On the other hand, it may be that as Jesus ends this section, He slightly shifts the focus away from personal judgment of others to a focus on the consequences of subjecting ourselves to the judgment of others. Dogs were often used as a figure of that which was unclean or sinful (cf. Phil. 3:2; Rev. 22:15). Swine were unclean to eat (Lev. 11:7; Deut. 14:8) but they were also dangerous. In the Greek translation of the Old Testament done before the time of Jesus, as Hushai warned Absalom about pursuing David, the fleeing king was compared to “a bear robbed of her cubs in the field and as a savage sow in the plain” (2 Sam. 17:8). In the United States feral hogs have attacked and even killed people. When Christians interact with unbelievers their reaction to what we consider “holy” or precious may provide opportunities for them to “trample” those things “under their feet” and abuse and persecute us. This is the most common interpretation of Jesus’s command in this text.
How Do we Apply This?
If Jesus was merely restating His teaching on avoiding harsh or hypocritical judgments the application is clear. Do we expect God’s mercy but refuse to give it to others? James echoed the Lord’s teaching, writing, “judgment is without mercy to the one who has shown no mercy” adding that “Mercy triumphs over judgment” (Jas. 2:13). No one likes to be wronged, but we all need the mercy of God. Do we give what we hope to receive, or do we hold a grudge and burn wrongs done to us deeply into our hearts and memories?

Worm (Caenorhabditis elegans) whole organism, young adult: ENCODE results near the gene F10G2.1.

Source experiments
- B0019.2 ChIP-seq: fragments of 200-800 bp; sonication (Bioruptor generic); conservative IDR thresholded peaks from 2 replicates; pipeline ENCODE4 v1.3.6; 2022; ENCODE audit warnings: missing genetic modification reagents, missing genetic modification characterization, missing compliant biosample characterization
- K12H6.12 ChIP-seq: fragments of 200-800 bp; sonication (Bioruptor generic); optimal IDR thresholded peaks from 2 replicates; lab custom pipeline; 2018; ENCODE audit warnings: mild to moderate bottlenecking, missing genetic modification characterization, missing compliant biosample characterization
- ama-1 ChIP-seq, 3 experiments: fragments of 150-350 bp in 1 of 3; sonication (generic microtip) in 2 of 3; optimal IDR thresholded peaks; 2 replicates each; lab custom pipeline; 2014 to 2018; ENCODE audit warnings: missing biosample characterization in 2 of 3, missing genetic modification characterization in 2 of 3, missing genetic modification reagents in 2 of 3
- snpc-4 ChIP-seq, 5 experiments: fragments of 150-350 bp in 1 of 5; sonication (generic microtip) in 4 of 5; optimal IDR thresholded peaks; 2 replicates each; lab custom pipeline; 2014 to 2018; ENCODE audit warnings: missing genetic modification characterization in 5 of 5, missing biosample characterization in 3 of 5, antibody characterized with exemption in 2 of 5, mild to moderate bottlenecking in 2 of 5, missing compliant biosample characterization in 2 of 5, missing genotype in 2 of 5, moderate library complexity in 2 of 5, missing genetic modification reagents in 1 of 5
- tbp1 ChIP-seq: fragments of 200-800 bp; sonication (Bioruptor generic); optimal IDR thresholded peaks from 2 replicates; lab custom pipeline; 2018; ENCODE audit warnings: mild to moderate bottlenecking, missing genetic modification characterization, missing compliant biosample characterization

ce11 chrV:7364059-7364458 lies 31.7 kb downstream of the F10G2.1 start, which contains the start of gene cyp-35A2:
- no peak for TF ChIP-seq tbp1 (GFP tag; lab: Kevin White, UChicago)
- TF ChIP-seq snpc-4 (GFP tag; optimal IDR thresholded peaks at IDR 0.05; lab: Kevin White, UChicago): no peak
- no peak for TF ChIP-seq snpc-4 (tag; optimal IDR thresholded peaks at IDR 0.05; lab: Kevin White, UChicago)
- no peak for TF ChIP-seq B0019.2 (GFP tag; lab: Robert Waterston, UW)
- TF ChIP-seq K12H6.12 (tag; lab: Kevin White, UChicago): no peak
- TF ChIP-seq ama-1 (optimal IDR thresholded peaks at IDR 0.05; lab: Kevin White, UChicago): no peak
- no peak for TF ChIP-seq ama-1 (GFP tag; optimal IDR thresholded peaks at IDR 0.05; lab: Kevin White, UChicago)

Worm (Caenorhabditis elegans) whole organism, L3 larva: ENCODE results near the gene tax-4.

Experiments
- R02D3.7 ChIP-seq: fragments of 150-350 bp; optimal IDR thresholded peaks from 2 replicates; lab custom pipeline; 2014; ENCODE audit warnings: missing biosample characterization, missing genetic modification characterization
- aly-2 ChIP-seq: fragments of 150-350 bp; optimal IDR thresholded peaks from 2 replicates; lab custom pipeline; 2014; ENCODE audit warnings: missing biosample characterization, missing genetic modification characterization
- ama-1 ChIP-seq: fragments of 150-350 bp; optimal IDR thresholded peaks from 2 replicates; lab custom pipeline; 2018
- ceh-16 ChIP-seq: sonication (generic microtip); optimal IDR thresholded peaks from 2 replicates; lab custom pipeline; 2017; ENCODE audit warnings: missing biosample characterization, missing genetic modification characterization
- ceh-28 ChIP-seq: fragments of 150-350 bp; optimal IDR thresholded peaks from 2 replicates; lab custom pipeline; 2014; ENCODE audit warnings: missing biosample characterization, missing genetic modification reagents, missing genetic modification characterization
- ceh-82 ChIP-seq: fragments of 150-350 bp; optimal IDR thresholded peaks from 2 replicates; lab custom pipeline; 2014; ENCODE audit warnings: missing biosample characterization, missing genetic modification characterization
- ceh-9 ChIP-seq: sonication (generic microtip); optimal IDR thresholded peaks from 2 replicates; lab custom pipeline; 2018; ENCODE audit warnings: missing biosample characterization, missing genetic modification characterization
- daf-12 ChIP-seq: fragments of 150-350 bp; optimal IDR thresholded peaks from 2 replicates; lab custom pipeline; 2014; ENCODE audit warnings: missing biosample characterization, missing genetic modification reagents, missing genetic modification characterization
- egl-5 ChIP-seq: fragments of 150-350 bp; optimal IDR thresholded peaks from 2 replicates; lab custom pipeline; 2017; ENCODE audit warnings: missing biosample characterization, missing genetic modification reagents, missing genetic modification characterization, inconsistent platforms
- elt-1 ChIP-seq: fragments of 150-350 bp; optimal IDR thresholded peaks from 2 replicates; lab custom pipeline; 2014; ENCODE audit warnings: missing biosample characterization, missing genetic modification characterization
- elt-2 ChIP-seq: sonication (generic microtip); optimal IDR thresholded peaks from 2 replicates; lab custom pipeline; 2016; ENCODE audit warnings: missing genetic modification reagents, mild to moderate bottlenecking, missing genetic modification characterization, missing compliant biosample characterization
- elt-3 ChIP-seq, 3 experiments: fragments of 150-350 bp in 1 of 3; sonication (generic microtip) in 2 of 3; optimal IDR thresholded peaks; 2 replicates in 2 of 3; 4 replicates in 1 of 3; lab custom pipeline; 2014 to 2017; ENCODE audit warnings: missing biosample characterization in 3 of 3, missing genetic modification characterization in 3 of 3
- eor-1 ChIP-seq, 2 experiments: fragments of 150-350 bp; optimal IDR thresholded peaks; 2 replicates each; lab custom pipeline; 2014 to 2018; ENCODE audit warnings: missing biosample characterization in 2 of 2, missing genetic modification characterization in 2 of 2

Some judgments have nothing to do with a wrong done to us but to God or others. In the time of Jesus, some “trusted in themselves that they were righteous, and despised others” (Luke 18:9). Jesus told the parable of the Pharisee and the Tax Collector to rebuke this spirit, ending with the warning “everyone who exalts himself will be humbled, and he who humbles himself will be exalted” (Luke 18:9-14). Harsh judgment of others may one day cause us to be humbled. If we act as if we could never fall, we will be humiliated when our self-confidence fails. Hypocritical judgment can also lead to humiliation. As we overlook our own sins while unmercifully condemning others, when the truth of our deeds is exposed our self-exaltation will result in being torn “in pieces” in shame and embarrassment.